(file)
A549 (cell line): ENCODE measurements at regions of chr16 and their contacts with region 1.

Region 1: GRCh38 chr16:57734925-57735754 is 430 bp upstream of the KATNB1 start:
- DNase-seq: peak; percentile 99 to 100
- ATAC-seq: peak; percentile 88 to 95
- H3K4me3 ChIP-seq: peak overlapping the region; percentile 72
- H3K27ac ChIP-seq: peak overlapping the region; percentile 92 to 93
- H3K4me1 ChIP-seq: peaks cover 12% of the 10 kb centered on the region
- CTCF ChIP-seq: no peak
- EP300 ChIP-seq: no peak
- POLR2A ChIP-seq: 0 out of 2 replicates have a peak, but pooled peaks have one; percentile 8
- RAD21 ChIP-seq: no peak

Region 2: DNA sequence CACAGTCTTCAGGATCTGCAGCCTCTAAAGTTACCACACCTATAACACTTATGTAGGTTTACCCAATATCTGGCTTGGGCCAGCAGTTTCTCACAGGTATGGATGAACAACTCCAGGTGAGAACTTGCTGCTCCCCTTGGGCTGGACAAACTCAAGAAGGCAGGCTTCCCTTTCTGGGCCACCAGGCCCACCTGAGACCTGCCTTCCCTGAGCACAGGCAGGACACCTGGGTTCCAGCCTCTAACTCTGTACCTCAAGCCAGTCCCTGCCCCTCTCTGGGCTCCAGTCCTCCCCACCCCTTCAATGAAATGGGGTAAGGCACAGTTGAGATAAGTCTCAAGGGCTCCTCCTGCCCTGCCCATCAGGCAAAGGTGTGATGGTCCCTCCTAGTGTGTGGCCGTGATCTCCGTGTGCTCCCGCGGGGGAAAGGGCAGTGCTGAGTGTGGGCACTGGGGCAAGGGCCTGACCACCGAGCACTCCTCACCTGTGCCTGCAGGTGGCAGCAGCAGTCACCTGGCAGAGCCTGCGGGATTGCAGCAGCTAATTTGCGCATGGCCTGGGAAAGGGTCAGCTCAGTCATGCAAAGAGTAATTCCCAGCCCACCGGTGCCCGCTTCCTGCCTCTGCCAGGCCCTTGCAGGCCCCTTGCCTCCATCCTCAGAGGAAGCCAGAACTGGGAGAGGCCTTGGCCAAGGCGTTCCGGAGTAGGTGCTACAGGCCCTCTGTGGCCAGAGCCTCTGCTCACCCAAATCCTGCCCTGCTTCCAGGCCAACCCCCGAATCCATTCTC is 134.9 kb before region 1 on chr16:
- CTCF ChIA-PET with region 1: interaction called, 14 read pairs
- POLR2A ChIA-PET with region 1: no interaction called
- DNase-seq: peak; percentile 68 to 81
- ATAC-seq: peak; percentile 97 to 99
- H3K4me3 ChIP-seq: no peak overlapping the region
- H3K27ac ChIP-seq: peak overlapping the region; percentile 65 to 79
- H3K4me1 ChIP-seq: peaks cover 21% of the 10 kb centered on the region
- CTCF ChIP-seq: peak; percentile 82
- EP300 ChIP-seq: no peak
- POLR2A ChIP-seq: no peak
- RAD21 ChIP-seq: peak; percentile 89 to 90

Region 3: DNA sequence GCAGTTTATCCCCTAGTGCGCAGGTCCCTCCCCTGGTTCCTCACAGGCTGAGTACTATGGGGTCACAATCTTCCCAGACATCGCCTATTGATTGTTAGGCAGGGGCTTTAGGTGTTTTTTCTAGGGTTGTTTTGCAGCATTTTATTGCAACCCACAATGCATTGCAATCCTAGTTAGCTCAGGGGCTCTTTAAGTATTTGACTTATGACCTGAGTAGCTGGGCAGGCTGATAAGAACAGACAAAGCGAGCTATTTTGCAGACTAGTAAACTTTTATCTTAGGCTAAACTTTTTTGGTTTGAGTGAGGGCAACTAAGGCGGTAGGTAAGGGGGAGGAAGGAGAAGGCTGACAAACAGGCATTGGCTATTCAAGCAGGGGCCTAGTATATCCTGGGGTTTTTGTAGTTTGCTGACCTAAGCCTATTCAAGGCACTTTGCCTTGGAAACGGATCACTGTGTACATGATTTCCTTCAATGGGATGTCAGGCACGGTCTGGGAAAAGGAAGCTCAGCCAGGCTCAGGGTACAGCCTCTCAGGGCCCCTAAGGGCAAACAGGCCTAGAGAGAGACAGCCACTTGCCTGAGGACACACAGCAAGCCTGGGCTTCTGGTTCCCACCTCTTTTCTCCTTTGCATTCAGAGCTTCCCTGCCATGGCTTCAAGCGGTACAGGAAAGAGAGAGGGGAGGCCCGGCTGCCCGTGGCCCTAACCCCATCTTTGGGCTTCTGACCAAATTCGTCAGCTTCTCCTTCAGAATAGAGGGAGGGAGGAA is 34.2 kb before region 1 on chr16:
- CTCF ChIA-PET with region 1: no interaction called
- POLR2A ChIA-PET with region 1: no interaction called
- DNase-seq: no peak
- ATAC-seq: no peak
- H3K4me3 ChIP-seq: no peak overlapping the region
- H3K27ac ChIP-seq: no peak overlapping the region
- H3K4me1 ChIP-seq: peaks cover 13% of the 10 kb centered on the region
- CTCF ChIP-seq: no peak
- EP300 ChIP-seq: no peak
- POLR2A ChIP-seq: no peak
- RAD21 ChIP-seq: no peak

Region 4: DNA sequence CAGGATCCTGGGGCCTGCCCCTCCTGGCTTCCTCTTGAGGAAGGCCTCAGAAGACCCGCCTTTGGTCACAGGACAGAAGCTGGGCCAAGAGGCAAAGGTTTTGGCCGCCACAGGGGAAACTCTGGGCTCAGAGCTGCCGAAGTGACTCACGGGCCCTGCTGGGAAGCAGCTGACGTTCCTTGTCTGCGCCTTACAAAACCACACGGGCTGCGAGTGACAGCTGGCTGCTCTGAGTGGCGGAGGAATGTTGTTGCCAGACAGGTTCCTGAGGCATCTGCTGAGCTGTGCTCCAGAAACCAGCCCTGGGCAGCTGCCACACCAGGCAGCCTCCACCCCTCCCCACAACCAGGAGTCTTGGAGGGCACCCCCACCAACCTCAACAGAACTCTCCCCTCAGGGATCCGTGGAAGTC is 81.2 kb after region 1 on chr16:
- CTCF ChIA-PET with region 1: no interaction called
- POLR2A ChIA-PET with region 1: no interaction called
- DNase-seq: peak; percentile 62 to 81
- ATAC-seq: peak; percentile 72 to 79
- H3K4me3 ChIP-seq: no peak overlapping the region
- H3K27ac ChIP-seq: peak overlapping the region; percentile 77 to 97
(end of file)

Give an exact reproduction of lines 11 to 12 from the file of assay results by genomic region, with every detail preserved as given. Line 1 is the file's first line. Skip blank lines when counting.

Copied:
- RAD21 ChIP-seq: no peak

Region 2: DNA sequence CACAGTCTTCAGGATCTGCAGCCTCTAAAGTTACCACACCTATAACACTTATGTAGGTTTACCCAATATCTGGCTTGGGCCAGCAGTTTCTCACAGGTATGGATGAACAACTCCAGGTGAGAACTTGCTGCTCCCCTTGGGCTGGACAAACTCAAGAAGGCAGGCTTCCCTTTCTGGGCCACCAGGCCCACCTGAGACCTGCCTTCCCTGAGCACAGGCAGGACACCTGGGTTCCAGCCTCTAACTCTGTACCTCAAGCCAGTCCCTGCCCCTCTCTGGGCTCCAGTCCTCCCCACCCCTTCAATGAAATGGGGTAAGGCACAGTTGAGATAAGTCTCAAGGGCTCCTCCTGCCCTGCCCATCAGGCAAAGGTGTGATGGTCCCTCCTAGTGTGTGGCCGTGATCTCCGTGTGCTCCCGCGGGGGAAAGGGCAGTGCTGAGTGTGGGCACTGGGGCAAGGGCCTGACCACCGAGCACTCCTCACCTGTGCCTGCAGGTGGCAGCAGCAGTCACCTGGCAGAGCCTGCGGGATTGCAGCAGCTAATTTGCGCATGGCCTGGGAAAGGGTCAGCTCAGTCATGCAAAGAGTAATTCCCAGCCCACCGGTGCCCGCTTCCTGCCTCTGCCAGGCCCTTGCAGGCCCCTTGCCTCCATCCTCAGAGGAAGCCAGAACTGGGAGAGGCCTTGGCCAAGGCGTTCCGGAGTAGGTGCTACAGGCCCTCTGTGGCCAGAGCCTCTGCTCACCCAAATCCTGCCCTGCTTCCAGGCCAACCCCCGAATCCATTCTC is 134.9 kb before region 1 on chr16: